Balsamic Brussels Sprouts with Pecans & Dried Cherries

Embarrassing fact: I've been saying the word balsamic wrong for years. Yup, some made up word that resembles "balsamic" but has a few extra letters in has been rolling off my tongue since before I could cook. 

"What kind of dressing are you making?" Oliver will ask. 

"Balslamic," I'll say, absent-mindedly. 

"What kind of dressing?" he'll ask, holding back giggles. 

Now I know. Now I pause, think about it, and annunciate through the second time: "Bal-sa-mic". He erupts with laugher before going about his business. 

No matter how you say it, balsamic reduction is a magical condiment. It takes only one ingredient but transforms into a syrupy drizzle that is somehow sweet and savory all at once. By simmering balsamic vinegar slowly, it's harsh astringent qualities burn off. What remains is a slightly acidic, deep colored sauce that's good on everything from fresh strawberries to brussels sprouts. 

Dried cherries add a tart sweetness to this recipe that complement the flavor of the balsamic reduction, and the pecans add a rich crunch. This recipe gives brussels sprouts a whole new flavor profile. Coating each sprout in a balsamic reduction make this dish seem impressive but to be honest, balsamic reduction is pretty much the easiest condiment to make. 

I know the mixture of brussels sprouts, pecans, and dried fruit is more suited for fall, but I'm jolting forward for the day because Royalty Pecan Farms is hosting it's annual Royalty Pecans Recipe Challenge. Since I'm always up for promoting real ingredients, I wanted to jump in on the fun! Here's to fresh ingredients and food that makes you feel good!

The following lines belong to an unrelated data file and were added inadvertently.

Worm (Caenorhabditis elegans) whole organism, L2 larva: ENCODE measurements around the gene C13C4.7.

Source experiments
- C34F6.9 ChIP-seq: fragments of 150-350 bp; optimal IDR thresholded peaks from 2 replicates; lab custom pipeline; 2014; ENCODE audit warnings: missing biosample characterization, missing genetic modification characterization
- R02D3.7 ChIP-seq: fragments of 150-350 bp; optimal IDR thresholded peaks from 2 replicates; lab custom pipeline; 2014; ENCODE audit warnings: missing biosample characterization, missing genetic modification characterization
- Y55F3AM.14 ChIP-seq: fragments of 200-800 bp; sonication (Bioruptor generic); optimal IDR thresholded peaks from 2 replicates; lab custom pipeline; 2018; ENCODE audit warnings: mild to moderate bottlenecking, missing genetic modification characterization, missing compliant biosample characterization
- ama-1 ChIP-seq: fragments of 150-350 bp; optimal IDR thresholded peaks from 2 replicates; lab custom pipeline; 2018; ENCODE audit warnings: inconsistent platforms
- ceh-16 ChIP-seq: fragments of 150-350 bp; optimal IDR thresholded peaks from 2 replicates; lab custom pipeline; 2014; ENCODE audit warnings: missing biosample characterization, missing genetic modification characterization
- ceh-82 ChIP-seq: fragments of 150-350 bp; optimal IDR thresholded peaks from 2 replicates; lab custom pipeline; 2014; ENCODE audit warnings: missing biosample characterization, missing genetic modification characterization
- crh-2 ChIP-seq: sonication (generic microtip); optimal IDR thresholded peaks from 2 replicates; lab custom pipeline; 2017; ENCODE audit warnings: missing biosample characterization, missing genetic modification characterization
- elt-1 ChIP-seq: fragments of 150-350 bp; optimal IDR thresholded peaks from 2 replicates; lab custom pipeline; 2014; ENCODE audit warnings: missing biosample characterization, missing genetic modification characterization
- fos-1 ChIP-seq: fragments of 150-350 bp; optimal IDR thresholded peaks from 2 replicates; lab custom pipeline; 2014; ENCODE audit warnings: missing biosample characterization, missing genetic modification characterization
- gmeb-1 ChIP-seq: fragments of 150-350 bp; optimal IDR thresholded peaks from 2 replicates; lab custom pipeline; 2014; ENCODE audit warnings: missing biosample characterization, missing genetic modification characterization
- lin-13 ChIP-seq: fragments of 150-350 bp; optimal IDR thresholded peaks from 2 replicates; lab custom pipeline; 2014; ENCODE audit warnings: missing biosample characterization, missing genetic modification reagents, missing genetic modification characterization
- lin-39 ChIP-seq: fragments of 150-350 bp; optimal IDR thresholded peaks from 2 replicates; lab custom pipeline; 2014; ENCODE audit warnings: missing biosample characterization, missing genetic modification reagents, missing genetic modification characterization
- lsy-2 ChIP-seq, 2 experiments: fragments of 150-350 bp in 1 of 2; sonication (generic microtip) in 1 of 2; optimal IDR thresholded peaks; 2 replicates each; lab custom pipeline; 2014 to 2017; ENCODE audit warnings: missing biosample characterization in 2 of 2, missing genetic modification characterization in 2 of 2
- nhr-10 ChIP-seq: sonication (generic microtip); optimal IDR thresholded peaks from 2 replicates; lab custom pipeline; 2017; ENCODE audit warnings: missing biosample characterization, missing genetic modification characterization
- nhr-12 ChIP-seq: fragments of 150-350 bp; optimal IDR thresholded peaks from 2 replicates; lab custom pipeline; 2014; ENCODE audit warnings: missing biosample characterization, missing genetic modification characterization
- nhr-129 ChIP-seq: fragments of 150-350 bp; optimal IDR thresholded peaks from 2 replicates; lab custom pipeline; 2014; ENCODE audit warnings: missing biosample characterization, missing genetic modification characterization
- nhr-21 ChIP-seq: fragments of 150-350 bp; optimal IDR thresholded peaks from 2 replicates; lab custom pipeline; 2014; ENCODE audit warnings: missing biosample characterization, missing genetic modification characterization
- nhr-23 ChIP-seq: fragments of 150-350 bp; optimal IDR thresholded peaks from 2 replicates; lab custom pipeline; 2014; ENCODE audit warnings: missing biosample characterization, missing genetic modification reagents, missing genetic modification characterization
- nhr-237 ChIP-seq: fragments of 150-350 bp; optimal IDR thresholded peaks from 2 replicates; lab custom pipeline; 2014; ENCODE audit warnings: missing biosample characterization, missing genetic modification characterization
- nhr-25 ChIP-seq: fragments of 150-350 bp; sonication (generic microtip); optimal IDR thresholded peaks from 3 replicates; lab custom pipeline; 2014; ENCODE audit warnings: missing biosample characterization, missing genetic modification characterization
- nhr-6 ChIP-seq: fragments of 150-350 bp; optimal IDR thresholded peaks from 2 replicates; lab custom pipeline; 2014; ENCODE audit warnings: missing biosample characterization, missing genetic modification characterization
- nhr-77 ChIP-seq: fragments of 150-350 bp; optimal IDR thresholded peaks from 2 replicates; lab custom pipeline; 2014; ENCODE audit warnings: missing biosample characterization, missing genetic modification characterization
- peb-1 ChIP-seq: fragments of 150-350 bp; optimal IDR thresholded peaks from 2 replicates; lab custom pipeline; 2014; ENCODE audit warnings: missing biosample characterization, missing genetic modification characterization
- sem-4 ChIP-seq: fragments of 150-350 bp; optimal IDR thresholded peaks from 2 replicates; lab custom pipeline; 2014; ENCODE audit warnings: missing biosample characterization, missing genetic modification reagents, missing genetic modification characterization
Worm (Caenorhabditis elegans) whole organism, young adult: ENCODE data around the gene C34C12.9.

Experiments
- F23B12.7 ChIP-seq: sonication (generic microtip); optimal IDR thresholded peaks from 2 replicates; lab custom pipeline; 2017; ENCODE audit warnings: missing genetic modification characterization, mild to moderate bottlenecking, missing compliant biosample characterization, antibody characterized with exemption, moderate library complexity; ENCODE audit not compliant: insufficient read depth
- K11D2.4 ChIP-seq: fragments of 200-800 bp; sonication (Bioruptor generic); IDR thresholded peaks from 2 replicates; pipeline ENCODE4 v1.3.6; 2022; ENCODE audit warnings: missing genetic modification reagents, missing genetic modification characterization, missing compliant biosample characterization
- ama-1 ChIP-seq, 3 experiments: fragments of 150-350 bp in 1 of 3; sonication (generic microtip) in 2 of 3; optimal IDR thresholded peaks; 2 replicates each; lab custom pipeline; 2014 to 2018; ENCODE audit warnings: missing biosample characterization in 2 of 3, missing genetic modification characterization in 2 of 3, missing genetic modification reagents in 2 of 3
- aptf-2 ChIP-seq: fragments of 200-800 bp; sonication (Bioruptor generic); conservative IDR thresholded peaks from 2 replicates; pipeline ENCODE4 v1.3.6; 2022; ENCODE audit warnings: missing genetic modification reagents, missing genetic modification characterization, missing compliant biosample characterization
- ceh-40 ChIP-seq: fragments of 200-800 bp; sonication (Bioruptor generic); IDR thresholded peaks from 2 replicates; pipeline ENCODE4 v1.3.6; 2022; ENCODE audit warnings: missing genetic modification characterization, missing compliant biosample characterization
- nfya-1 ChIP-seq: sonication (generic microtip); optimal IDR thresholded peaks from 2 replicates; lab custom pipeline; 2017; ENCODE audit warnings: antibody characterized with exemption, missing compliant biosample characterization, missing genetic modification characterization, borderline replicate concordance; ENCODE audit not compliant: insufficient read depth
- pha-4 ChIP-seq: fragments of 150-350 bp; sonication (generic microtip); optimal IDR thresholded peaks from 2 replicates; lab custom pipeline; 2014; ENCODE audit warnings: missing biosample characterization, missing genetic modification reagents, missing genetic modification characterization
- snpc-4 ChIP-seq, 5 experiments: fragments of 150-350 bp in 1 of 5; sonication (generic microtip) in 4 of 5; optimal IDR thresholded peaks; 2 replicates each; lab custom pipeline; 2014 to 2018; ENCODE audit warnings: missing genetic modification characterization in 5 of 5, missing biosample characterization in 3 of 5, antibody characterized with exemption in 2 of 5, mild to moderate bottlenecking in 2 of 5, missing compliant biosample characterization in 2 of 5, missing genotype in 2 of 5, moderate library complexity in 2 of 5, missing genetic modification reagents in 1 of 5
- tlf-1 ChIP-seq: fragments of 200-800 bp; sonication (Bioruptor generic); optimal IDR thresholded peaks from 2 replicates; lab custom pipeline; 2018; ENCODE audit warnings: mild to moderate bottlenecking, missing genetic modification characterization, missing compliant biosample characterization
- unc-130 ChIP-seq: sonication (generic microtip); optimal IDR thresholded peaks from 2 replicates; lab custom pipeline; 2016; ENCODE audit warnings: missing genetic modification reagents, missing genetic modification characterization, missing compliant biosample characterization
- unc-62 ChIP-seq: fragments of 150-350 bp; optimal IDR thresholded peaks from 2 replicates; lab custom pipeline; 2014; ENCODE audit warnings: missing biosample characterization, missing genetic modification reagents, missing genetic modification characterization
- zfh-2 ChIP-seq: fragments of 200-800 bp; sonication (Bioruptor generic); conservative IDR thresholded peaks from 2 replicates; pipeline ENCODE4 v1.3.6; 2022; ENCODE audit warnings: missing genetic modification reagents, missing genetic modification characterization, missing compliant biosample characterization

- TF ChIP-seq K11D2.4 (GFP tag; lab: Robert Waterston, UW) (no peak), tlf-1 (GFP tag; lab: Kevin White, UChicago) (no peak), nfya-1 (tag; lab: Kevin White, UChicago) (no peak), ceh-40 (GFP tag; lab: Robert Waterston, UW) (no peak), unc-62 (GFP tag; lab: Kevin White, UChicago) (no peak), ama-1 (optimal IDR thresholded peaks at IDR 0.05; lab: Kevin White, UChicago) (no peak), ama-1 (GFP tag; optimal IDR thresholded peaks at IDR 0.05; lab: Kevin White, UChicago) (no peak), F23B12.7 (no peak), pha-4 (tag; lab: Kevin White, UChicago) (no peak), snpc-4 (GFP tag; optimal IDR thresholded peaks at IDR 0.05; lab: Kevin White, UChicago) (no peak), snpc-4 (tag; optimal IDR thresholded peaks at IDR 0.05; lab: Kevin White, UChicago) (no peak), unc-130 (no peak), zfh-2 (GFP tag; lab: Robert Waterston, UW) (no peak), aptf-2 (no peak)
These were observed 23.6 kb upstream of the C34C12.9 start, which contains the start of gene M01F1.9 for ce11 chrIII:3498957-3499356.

Balsamic Brussels Sprouts with Pecans & Dried Cherries

Serves 2-3


1 pound brussels sprouts, halved

1 teaspoon coconut oil

1 clove garlic, minced

1/2 cup balsamic vinegar

1 tablespoon dijon mustard

1 tablespoon honey

1/4 cup dried cherries

1/4 cup pecans, lightly toasted

Salt & Pepper


1. Whisk together the balsamic, dijon, and honey in a small sauce pan. Bring to a slow simmer on the stove.

2. While the vinegar reduces, heat the coconut oil in a skillet over medium heat. Once the oil is hot, add the minced garlic and brussels sprouts. Stir occasionally, allowing brussels sprouts to sear on each side. Cook for 8 to 10 minutes, until the sprouts begin to crisp and are cooked through. Remove from heat. 

3. Check on the balsamic reduction: it is ready when it has reduced to about half (1/4 cup), and is thick enough to coat the back of a spoon. Once it is ready, pour it over the cooked brussels sprouts and toss to coat. Stir in half of the cherries and pecans, and sprinkle with salt and pepper.

4. Transfer the sprouts to your serving dish, and top with remaining cherries and pecans. Serve warm.


3-Ingredient Matcha Ice Cream (Paleo & Vegan)

Phew. If you haven't noticed, summer is here. Not the way summer is here on June 21st. Not the way summer is here on the last day of school. Summer is here like it's been pushing high 90s every day this week and not a cloud has come to cool us off. 

This week in the Front Range… via Weather Underground

Forgive me, but due to the heat our regular scheduled programming is going to be interrupted by a completely different recipe. In this weather, I have absolutely no desire to write about anything vaguely warm. As a result, I'm skipping the post I had planned on publishing (a recipe for Swedish Meatballs in Paleo Mushroom Gravy) for this: 3-ingredient Matcha Ice Cream. 

If it's as hot where you are as it is here, I think you'll understand. It's easy and fast. It's sweet. You don't have to touch the oven or the stove. It's a green tea pick-me-up in your afternoon. 

This particular ratio of coconut milk to banana made for one of my creamiest paleo ice creams yet. What's more, it's egg-free, vegan, and AIP-friendly, so you can share it with pretty much anyone! Not that you'll want to…the two of us polished off the entire bowl in one day! 

I've decided that when it's this hot, ice cream for dinner is actually a valid choice. (But I promise, as soon as this heat wave passes, we'll get to those Swedish Meatballs!)